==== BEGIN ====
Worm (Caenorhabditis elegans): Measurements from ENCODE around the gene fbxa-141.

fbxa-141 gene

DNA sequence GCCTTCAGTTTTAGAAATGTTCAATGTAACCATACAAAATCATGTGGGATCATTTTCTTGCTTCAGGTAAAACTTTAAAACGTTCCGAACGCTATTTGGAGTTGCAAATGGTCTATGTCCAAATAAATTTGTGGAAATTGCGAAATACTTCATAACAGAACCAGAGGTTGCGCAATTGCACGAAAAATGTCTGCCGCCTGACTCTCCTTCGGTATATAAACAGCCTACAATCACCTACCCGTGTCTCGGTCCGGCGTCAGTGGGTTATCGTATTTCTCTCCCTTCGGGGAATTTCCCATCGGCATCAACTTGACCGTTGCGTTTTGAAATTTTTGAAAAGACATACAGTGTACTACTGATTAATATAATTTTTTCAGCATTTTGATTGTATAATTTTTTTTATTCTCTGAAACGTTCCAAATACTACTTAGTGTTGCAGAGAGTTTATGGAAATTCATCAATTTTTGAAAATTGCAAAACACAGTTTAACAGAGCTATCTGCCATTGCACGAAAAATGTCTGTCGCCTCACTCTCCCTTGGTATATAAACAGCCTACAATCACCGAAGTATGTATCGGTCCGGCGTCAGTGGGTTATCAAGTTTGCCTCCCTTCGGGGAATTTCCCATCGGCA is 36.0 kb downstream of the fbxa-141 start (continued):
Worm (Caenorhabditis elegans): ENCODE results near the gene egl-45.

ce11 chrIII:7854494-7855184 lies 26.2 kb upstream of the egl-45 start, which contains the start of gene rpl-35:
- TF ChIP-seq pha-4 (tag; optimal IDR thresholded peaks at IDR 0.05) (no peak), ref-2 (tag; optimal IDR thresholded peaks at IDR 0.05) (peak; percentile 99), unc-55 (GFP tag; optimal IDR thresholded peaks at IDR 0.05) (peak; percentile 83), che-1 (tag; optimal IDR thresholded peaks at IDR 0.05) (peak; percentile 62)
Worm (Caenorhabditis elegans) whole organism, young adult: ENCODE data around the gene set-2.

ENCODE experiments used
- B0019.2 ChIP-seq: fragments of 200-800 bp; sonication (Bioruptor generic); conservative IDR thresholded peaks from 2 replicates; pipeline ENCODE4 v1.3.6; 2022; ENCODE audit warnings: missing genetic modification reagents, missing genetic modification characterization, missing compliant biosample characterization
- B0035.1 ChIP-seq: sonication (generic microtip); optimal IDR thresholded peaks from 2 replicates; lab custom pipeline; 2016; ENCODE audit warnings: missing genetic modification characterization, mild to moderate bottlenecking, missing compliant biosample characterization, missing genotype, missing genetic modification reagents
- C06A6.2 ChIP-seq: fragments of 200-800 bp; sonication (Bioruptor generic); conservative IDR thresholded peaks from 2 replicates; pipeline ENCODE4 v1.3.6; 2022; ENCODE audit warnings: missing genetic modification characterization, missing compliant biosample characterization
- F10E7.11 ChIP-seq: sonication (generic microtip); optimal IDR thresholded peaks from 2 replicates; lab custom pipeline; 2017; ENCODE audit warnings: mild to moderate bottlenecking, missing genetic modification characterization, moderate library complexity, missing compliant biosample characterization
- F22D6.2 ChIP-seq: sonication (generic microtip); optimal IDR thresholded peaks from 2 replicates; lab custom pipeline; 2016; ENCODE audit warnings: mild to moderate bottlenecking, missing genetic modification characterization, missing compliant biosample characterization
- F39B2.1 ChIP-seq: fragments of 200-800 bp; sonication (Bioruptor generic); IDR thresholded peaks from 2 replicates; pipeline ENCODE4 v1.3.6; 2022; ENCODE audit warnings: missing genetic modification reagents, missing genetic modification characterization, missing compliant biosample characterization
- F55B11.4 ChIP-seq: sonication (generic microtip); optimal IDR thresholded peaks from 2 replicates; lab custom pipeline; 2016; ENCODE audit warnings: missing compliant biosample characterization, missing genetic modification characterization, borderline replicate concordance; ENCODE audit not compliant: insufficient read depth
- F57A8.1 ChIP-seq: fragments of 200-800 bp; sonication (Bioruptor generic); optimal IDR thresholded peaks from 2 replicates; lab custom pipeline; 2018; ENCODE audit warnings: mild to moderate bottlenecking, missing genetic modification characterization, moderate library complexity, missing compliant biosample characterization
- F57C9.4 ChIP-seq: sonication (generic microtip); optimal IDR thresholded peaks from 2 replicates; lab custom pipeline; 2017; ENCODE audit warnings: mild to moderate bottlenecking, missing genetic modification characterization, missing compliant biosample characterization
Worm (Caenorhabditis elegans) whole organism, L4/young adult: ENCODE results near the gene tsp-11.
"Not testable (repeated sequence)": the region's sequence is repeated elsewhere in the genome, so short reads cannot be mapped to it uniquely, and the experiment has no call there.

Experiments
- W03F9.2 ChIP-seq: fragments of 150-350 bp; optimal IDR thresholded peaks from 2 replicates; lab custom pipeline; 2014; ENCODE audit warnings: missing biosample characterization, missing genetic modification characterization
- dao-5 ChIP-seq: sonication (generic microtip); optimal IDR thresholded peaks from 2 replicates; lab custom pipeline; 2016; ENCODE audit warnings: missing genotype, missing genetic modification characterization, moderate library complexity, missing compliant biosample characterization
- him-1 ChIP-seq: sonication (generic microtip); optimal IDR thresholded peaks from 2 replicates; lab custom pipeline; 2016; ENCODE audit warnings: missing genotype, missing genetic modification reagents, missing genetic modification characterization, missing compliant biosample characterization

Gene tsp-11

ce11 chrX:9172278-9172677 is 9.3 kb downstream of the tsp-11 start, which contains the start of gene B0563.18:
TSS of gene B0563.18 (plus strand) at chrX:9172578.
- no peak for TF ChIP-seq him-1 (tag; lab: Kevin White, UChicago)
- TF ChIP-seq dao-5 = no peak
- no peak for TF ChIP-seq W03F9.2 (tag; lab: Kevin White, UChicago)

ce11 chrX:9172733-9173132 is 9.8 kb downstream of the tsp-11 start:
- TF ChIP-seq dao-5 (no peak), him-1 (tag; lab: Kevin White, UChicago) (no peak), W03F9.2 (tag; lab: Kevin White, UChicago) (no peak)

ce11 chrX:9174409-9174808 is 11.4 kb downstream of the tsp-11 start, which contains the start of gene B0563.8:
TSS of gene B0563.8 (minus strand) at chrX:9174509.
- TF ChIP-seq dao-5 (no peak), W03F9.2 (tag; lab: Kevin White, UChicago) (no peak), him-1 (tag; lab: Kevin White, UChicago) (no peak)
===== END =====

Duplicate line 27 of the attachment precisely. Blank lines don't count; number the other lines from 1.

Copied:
- no peak for TF ChIP-seq him-1 (tag; lab: Kevin White, UChicago)